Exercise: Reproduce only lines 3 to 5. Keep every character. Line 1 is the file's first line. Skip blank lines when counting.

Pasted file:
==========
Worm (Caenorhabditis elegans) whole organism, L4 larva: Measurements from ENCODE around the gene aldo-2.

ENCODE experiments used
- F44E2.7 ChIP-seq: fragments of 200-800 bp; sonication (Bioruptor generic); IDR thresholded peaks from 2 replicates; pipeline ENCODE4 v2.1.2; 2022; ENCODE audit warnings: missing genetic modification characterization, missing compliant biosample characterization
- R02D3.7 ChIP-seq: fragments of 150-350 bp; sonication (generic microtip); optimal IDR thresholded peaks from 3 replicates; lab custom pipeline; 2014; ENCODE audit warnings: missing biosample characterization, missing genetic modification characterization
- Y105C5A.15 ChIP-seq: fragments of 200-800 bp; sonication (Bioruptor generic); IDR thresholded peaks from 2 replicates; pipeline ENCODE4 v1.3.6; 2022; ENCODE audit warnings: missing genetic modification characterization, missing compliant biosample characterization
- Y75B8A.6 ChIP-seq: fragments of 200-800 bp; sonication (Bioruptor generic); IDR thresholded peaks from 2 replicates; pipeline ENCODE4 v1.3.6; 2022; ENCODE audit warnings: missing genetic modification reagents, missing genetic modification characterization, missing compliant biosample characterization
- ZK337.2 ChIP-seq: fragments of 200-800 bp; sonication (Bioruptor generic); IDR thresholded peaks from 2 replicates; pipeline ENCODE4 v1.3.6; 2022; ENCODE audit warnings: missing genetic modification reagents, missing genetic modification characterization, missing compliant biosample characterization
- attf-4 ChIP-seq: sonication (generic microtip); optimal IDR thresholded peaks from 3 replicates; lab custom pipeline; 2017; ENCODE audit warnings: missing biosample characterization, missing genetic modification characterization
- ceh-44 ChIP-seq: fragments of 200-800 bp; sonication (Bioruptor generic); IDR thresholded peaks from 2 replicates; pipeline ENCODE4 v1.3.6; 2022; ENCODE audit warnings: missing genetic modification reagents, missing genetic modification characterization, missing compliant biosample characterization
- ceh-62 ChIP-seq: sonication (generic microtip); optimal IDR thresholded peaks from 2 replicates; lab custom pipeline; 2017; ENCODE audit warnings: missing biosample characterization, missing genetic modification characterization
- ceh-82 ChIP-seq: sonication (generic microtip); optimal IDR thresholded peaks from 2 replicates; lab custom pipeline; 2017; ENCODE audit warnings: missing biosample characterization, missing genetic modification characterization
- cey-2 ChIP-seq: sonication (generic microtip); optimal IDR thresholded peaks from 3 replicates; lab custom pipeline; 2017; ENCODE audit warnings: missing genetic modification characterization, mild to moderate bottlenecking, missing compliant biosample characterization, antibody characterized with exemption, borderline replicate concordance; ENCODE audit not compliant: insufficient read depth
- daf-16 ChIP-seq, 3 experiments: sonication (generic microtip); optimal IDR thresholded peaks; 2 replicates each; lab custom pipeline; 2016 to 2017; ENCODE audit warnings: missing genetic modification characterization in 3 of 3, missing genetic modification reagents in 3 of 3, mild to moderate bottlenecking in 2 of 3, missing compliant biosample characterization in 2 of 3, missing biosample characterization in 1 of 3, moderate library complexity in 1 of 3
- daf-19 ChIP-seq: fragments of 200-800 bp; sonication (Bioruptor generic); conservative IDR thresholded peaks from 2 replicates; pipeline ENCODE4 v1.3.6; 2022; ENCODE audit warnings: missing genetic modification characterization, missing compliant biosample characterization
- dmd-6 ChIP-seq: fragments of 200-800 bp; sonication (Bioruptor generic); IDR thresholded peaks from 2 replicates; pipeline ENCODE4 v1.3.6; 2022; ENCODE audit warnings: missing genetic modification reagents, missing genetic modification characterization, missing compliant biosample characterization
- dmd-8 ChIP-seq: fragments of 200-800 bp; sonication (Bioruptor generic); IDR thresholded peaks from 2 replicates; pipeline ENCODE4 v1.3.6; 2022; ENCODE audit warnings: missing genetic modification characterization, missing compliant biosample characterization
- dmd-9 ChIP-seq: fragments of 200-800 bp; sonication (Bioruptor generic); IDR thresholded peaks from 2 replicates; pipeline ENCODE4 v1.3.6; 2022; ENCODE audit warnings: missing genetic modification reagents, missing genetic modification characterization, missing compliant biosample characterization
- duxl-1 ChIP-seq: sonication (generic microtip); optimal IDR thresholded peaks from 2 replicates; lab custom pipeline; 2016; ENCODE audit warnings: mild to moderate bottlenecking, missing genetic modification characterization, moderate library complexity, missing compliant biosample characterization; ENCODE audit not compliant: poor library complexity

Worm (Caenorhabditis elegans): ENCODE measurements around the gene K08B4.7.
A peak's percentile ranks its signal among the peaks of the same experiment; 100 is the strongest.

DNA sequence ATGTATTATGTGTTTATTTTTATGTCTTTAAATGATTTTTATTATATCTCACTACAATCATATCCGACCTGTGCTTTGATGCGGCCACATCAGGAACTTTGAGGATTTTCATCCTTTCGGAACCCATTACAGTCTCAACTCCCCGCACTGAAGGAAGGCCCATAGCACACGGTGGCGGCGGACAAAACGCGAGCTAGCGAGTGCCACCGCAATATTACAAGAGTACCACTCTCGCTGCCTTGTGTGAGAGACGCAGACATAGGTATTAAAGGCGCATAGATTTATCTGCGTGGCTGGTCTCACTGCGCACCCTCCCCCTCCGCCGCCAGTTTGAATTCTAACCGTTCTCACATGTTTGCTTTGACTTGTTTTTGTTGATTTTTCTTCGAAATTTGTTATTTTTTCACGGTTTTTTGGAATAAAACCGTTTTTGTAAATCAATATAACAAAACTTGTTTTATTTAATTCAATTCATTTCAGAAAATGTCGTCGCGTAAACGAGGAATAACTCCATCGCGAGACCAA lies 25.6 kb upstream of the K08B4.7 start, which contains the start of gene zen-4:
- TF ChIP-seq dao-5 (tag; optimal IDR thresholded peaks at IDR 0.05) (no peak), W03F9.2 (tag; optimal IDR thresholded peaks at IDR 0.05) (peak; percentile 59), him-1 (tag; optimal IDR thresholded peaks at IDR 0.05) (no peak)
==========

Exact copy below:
- F44E2.7 ChIP-seq: fragments of 200-800 bp; sonication (Bioruptor generic); IDR thresholded peaks from 2 replicates; pipeline ENCODE4 v2.1.2; 2022; ENCODE audit warnings: missing genetic modification characterization, missing compliant biosample characterization
- R02D3.7 ChIP-seq: fragments of 150-350 bp; sonication (generic microtip); optimal IDR thresholded peaks from 3 replicates; lab custom pipeline; 2014; ENCODE audit warnings: missing biosample characterization, missing genetic modification characterization
- Y105C5A.15 ChIP-seq: fragments of 200-800 bp; sonication (Bioruptor generic); IDR thresholded peaks from 2 replicates; pipeline ENCODE4 v1.3.6; 2022; ENCODE audit warnings: missing genetic modification characterization, missing compliant biosample characterization